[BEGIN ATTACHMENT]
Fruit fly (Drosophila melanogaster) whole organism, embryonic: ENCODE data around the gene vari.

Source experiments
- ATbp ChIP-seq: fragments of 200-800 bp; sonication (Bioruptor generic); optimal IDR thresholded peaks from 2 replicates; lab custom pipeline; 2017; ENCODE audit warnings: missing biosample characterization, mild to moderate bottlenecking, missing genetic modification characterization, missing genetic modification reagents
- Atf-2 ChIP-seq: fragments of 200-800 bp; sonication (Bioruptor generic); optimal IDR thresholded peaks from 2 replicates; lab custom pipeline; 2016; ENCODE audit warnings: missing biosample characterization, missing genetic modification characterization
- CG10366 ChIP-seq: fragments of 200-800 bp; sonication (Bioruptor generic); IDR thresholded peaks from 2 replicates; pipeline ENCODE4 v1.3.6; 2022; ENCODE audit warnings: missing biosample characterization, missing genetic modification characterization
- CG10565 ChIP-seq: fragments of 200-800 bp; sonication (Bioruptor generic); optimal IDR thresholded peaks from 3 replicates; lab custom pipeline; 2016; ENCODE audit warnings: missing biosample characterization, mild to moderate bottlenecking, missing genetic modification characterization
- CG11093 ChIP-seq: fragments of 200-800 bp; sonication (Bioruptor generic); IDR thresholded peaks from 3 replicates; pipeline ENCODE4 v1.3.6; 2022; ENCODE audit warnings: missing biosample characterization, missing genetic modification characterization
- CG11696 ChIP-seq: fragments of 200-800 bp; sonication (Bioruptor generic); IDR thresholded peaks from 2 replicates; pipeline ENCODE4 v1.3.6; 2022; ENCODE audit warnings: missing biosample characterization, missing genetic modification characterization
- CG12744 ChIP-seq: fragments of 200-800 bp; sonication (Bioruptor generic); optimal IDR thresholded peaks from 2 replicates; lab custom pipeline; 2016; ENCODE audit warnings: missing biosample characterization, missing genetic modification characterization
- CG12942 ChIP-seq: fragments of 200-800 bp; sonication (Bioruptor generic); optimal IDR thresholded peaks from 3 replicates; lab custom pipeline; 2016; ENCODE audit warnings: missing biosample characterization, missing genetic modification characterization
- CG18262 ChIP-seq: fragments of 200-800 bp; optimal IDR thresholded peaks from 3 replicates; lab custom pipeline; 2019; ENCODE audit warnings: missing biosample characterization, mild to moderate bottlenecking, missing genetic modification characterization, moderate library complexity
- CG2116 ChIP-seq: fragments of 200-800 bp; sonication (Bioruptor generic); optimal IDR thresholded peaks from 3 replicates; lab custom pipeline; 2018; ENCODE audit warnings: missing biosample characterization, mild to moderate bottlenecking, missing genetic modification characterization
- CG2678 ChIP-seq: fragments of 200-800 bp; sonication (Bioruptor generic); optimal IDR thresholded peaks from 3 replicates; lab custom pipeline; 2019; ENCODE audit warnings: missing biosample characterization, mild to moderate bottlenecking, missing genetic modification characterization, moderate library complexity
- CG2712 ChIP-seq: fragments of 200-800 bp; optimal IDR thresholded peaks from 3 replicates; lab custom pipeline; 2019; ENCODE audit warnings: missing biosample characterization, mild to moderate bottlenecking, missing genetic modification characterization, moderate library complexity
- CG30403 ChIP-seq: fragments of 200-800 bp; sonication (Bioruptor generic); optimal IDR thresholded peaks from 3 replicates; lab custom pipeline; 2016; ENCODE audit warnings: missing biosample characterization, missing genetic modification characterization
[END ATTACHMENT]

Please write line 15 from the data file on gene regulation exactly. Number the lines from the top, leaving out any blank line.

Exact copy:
- CG30403 ChIP-seq: fragments of 200-800 bp; sonication (Bioruptor generic); optimal IDR thresholded peaks from 3 replicates; lab custom pipeline; 2016; ENCODE audit warnings: missing biosample characterization, missing genetic modification characterization